Improving adherence to treatment for hypertension

UMMS Affiliation

Family Medicine & Community Health

Publication Date


Document Type



Antihypertensive Agents; Counseling; Humans; Hypertension; *Patient Compliance; Patient-Centered Care


Community Health and Preventive Medicine | Primary Care


BACKGROUND: Lack of adherence to blood pressure-lowering medication is a major reason for poor control of hypertension worldwide. Interventions to improve adherence to antihypertensive medication have been evaluated in randomized trials, but it is unclear which interventions are effective. OBJECTIVES: To determine the effectiveness of interventions aimed at increasing adherence to blood pressure-lowering medication in adults. SEARCH STRATEGY: The authors' performed an all-language search of all articles in the Cochrane Controlled Trials Register, MEDLINE, EMBASE, and CINAHL in April 2002. SELECTION CRITERIA: The authors selected randomized clinical trials (RCTs) of interventions to increase adherence to blood pressure-lowering medication in adults with essential hypertension, with adherence to medication and blood pressure control as outcomes. DATA COLLECTION AND ANALYSIS: Two authors extracted data independently and in duplicate and assessed each study according to the criteria outlined by the Cochrane Collaboration Handbook. PRIMARY RESULTS: The authors included 38 studies testing 58 different interventions and containing data on 15,519 patients. The studies were conducted in nine countries between 1975 and 2000. The duration of follow-up ranged from two to 60 months. Due to heterogeneity between studies in terms of interventions and the methods used to measure adherence, results were not pooled. Simplifying dosing regimens increased adherence in seven out of nine studies (relative increase in adherence, 8 to 19.6 percent). Motivational strategies were successful in 10 of 24 studies, with generally small increases in adherence, up to 23 percent. Complex interventions involving more than one technique increased adherence in eight out of 18 studies, ranging from 5 to 41 percent. Patient education alone seemed largely unsuccessful. REVIEWERS' CONCLUSIONS: Reducing the number of daily doses appears to be effective in increasing adherence to blood pressure-lowering medication and should be tried as a first-line strategy, although there is less evidence of an effect on blood pressure reduction. Some motivational strategies and complex interventions appear promising, but more evidence is needed from RCTs.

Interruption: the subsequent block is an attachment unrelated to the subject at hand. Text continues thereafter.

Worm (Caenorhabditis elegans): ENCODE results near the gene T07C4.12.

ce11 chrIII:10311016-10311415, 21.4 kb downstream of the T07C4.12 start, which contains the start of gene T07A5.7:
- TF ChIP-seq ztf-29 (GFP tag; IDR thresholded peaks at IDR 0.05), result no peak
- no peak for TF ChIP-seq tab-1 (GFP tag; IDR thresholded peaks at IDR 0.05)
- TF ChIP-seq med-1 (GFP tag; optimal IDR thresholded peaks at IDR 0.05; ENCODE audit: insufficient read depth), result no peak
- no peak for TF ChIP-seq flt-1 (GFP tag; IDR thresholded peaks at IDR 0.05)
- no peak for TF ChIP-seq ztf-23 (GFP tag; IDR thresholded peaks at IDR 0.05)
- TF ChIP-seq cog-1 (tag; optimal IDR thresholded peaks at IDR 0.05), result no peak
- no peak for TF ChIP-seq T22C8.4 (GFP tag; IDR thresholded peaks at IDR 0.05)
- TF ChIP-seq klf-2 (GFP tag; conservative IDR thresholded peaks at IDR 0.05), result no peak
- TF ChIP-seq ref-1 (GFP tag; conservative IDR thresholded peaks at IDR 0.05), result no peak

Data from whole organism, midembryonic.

Am Fam Physician. 2005 Jun 1;71(11):2089-90.

Journal/Book/Conference Title

American family physician

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Link to article in PubMed

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